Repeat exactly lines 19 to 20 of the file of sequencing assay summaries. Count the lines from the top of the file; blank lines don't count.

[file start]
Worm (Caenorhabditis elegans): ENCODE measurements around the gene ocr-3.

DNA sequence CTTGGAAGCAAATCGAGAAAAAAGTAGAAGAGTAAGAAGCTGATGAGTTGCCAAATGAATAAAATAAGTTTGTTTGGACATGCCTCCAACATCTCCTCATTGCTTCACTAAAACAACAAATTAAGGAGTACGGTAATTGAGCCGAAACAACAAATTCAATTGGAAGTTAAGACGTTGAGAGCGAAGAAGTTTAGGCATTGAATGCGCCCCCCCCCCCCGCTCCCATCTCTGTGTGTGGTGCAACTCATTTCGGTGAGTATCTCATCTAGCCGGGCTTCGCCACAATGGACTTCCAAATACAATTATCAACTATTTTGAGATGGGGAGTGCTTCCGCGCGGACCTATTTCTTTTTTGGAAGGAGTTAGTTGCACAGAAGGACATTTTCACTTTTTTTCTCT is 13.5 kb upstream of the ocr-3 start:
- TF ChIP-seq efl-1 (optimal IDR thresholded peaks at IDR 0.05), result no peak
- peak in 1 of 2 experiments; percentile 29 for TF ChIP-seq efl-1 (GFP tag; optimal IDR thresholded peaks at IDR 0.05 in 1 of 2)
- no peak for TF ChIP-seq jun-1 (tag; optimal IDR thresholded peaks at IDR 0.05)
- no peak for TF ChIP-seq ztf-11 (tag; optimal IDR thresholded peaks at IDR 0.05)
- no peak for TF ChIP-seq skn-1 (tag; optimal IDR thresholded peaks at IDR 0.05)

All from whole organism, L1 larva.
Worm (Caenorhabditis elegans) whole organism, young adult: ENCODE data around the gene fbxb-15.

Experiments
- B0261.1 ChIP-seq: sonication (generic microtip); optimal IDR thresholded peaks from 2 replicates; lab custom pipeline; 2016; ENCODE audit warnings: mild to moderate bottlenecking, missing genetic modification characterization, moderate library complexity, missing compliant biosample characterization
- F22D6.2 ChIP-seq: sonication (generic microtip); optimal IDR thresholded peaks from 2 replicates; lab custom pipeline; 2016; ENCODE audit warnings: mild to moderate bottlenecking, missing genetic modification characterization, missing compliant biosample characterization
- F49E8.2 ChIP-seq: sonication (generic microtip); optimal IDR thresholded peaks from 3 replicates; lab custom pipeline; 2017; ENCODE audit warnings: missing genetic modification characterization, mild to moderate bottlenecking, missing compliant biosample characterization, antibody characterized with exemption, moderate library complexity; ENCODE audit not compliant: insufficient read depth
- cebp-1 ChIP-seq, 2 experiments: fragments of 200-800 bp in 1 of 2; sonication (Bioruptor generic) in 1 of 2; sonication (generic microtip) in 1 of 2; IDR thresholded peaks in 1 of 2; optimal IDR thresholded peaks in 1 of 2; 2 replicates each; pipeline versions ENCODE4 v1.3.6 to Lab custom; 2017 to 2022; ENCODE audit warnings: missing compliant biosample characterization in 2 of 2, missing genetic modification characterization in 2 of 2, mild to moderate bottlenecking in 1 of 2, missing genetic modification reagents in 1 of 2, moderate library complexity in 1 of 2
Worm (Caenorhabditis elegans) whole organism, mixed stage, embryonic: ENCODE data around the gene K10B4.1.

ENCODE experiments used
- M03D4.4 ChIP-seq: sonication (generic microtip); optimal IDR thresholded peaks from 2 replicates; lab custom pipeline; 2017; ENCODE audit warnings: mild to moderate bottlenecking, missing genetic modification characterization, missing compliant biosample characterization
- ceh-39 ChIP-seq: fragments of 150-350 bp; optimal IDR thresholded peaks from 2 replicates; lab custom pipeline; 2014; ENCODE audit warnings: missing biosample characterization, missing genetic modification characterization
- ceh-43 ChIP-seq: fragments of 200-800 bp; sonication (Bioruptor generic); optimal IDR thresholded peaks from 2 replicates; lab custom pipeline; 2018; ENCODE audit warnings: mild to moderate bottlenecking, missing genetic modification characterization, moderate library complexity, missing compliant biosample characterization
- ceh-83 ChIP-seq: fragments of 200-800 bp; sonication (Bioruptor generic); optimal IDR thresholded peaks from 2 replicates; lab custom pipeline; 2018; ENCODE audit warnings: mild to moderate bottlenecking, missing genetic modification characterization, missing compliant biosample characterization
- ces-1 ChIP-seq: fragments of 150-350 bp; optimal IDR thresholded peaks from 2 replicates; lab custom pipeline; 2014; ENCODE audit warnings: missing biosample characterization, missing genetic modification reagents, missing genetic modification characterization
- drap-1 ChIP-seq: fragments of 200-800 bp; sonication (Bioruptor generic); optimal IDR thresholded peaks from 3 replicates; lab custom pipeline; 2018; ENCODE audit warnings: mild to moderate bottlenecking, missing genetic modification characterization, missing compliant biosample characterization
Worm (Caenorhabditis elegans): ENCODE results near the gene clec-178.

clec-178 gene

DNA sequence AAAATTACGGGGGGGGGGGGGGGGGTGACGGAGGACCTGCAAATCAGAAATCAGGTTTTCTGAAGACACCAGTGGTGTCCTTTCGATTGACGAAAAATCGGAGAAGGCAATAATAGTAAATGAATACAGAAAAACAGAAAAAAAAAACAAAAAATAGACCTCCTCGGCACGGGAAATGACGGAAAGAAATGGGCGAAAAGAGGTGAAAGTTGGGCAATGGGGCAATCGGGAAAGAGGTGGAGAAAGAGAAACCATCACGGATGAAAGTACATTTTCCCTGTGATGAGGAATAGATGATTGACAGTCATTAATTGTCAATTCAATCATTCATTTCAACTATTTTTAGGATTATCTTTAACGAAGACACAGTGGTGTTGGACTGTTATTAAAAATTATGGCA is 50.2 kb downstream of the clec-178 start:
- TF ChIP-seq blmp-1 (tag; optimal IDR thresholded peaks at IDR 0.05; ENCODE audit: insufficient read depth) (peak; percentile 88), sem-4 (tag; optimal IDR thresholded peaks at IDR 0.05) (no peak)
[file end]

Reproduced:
- ceh-43 ChIP-seq: fragments of 200-800 bp; sonication (Bioruptor generic); optimal IDR thresholded peaks from 2 replicates; lab custom pipeline; 2018; ENCODE audit warnings: mild to moderate bottlenecking, missing genetic modification characterization, moderate library complexity, missing compliant biosample characterization
- ceh-83 ChIP-seq: fragments of 200-800 bp; sonication (Bioruptor generic); optimal IDR thresholded peaks from 2 replicates; lab custom pipeline; 2018; ENCODE audit warnings: mild to moderate bottlenecking, missing genetic modification characterization, missing compliant biosample characterization